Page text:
Brethren of the Free Spirit

Here are some intriguing clues about a heretical sexual practice from the Middle Ages, for which one could be burned at the stake. The first clue comes via an Aldous Huxley essay on the Brethren of the Free Spirit:

In his monograph on The Millennium of Hieronymus Bosch Wilhelm Fränger has brought together much interesting material on the Adamites. They practiced, we learn, a modum specialem coeundi, a special form of intercourse, which was identical with Noyes’s Male Continence or the coitus reservatus permitted by Roman Catholic casuists.

This kind of sexual intercourse, they declared, was known to Adam before the Fall and was one of the constituents of Paradise. It was a sacramental act of charity and, at the same time, of mystical cognition, and, as such, was called by the Brethren ‘acclivitas‘– the upward path.

According to Aegidius Cantor, the leader of the Flemish Adamites in the first years of the fifteenth century, “the natural sexual act can take place in such a manner that it is equal in value to a prayer in the sight of God.”

A Spanish follower of the Adamite heresy declared, at his trial that “after I had first had intercourse with her [the prophetess, Francisca Hernandez] for some twenty days, I could say that I had learned more wisdom in Valladolid than if I had studied for twenty years in Paris. For not Paris, but only Paradise could teach such wisdom.”

Fränger offered the record of a 1411 trial charging Carmelite friar Willem van Hildernissen with heresy. Van Hildernissen was one of the leaders of a radical sect, “Brothers and Sisters of the Free (or High) Spirit” active from the Rhineland to the Netherlands.

Likewise they created among themselves a peculiar mode of discourse [in] which they call the act of sexual union ‘the joy of Paradise’ or,  by another name, ‘the way to the heights’  (acclivitas). And in this manner they speak of such a lustful act to others, who do not understand it, in a favorable sense.

According to Bosch biographer, Virginia Pitts Rembert (Hieronymus Bosch, pp.43-44, 55), Fränger surmised that the cult’s members lived together according to high moral values. “The strictest sanctification of love” was the way they could reach the human perfection embodied in Adam and Eve. Fränger found another clue in the posthumous trial of another member of the Brethren. “He exercises a special mode of sexual intercourse, yet not contrary to Nature, of which he says it was that of Adam in Paradise.” It could be practiced in perfect innocence, providing pure pleasure not befouled by any sense of shame.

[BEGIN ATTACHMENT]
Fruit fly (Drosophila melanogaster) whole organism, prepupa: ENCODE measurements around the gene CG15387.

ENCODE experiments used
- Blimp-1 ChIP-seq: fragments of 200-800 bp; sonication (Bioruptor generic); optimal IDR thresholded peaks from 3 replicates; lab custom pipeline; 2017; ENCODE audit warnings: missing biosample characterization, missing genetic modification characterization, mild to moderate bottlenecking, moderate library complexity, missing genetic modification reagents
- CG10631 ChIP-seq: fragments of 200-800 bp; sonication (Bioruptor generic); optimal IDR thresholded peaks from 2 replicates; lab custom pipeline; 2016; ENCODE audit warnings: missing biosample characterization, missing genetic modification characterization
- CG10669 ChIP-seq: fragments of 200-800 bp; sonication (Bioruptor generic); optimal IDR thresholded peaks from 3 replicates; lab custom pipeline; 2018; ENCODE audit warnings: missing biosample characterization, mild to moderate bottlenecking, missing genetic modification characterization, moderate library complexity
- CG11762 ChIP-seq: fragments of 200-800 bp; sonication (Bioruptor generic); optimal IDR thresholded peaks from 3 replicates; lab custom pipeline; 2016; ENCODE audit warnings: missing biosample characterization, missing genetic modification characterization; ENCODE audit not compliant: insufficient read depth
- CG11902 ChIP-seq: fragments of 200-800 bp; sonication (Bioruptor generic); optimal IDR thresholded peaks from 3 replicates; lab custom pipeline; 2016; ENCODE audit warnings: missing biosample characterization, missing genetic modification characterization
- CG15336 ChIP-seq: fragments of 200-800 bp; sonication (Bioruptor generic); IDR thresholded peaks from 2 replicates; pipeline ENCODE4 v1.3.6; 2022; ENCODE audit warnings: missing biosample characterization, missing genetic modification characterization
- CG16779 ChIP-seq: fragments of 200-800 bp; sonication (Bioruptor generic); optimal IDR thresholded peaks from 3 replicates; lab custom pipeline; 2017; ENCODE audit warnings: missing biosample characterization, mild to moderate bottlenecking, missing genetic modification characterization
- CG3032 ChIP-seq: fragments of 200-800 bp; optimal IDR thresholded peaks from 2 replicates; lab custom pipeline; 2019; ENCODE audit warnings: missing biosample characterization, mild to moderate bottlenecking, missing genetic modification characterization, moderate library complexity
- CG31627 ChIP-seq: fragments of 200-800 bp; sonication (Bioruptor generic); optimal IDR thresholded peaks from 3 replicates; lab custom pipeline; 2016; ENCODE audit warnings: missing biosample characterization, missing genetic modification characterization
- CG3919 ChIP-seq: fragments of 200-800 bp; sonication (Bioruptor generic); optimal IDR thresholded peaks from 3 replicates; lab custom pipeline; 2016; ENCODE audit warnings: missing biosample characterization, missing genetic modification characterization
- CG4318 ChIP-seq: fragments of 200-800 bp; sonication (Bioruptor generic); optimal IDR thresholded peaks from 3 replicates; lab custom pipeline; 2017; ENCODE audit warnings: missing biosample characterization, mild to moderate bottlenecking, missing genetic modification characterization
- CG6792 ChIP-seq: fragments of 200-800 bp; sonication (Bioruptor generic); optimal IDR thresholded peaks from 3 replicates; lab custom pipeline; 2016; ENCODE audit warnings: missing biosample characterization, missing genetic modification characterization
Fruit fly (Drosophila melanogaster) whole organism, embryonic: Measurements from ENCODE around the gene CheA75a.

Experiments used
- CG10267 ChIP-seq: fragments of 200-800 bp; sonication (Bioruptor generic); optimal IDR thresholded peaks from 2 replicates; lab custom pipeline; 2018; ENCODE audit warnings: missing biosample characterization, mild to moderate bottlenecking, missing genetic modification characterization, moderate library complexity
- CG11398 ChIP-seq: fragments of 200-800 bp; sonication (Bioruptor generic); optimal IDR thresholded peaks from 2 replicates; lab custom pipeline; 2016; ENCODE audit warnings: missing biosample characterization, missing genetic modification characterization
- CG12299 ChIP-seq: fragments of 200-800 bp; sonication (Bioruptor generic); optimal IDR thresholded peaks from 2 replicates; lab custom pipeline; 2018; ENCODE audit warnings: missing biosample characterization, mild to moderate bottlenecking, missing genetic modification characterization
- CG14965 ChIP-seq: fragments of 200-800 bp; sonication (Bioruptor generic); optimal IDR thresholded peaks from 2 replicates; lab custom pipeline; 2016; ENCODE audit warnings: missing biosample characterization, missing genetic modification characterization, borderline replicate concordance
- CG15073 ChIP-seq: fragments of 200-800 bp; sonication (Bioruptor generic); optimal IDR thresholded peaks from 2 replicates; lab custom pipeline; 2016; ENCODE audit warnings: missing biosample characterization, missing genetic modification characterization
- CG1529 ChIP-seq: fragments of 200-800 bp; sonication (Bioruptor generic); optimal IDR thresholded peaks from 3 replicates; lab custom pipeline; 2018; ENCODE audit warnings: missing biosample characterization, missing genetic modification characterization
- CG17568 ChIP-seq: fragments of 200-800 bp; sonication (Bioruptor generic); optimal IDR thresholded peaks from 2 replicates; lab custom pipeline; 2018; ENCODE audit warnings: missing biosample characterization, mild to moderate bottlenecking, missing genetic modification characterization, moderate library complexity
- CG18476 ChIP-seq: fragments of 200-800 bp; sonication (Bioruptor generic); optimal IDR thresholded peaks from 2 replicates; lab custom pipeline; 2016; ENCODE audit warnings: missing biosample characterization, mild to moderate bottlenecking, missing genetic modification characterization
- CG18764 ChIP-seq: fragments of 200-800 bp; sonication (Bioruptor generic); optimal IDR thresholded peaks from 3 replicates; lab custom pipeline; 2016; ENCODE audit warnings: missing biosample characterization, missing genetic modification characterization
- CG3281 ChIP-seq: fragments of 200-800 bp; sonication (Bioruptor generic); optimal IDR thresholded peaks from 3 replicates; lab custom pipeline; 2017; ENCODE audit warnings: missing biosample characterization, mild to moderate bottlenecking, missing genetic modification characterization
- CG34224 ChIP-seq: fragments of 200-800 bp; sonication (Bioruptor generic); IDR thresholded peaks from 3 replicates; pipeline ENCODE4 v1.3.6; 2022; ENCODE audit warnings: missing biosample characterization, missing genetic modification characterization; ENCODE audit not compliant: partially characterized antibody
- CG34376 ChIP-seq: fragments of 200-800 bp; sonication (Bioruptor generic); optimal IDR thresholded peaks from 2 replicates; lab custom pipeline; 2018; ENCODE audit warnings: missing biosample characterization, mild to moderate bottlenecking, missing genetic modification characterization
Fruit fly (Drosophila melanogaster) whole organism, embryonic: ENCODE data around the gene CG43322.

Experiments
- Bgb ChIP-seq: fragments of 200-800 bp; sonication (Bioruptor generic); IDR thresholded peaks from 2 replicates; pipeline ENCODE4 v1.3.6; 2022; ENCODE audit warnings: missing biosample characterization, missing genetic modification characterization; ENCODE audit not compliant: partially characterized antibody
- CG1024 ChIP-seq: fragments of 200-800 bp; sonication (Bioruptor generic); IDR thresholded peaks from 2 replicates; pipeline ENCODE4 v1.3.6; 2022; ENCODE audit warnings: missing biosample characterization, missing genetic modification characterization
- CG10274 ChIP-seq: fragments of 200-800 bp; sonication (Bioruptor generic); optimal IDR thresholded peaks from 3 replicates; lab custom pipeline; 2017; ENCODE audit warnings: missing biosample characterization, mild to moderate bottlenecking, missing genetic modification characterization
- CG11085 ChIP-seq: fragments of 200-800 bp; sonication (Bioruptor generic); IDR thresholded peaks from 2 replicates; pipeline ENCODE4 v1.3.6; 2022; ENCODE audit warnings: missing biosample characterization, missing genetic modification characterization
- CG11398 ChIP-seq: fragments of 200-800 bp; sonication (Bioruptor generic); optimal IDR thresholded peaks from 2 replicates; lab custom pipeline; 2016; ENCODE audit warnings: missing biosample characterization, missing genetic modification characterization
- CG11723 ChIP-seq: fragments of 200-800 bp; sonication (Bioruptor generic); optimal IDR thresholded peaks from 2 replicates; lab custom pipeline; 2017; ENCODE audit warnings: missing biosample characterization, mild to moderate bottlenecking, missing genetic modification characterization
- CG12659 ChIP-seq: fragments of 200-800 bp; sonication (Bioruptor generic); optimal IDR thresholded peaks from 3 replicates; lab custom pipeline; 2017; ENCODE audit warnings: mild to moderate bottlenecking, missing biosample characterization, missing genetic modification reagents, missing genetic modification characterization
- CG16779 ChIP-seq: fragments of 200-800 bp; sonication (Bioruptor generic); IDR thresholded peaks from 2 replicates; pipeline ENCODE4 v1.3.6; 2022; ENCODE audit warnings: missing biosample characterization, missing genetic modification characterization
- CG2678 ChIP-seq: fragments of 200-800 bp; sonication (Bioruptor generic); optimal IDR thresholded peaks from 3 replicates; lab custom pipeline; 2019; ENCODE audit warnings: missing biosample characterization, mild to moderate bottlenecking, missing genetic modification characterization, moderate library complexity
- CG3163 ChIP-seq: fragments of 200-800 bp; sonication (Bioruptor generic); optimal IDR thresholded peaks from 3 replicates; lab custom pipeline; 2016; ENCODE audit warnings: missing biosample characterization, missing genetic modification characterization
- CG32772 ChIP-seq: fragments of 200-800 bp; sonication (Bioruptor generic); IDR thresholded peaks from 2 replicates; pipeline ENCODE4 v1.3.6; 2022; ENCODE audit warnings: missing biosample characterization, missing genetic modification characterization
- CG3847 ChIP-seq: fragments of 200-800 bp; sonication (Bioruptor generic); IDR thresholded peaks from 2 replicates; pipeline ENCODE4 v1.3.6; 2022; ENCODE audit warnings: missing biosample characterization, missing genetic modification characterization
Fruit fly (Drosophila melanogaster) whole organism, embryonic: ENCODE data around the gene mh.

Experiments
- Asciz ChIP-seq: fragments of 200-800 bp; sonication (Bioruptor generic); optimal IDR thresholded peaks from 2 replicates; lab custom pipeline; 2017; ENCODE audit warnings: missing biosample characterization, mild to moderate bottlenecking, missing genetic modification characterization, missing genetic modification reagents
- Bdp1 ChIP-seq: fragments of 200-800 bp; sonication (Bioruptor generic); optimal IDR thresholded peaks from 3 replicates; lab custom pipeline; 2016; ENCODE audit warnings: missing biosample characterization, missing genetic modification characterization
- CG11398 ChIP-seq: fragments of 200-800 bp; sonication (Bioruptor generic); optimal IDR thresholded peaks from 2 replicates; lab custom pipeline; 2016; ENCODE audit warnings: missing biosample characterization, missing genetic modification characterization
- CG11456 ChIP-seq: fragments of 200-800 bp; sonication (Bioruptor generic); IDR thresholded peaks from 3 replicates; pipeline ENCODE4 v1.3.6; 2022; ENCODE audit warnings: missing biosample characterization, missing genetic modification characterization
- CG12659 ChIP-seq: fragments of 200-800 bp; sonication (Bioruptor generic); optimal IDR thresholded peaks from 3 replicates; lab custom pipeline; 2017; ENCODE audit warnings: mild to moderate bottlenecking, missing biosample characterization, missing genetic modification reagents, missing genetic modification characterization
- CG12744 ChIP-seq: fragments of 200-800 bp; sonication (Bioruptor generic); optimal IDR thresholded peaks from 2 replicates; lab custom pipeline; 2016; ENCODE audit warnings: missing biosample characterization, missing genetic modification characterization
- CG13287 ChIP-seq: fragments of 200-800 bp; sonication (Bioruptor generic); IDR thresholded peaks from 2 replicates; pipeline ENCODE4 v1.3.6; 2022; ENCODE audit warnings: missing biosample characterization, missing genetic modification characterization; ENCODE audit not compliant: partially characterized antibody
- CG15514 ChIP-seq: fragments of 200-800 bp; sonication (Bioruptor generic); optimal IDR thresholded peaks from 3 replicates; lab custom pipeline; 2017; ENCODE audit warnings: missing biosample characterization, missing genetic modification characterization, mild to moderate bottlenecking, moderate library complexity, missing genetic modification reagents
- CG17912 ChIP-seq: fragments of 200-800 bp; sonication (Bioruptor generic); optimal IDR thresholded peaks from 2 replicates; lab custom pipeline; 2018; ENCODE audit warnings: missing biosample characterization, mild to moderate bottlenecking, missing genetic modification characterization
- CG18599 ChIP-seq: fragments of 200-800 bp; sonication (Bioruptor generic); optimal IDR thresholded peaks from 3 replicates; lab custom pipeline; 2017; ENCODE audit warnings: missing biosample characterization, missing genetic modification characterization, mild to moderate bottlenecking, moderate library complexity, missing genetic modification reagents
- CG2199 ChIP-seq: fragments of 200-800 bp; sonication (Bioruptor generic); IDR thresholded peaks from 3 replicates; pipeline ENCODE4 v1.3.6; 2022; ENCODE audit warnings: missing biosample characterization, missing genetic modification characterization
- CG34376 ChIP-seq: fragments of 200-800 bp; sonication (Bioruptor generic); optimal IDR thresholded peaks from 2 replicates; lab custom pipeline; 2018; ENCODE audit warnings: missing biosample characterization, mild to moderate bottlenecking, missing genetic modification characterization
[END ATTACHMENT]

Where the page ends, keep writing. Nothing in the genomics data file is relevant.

From that insight it followed (in Fränger’s view) that the heretics believed that because man is made in God’s image, he can only endure in this paradisaical state by practicing a sublimated act of love. “The natural sexual act could take place in such a manner that it was equal in value to a prayer in the sight of God.” The act would be so purified in the mind “that it should no longer be felt as a humiliating animal act, but as the expression of an exalting, divine, creative principle.”

It is possible that such Gnostic ideas or texts were in circulation in the areas where the Free Spirit flourished because of the Cathars, whose approach to Christianity had its roots in the East. Perhaps those with views similar to the Cathars were at one time strong in northern Europe – Flanders, the Rhineland, Cologne – the regions where the Free Spirit spread most vigorously. One theory is that returning crusaders brought such ideas back from their travels in the Middle East. Some argue that the Knights Templar (and perhaps their successors) harboured similar teachings.


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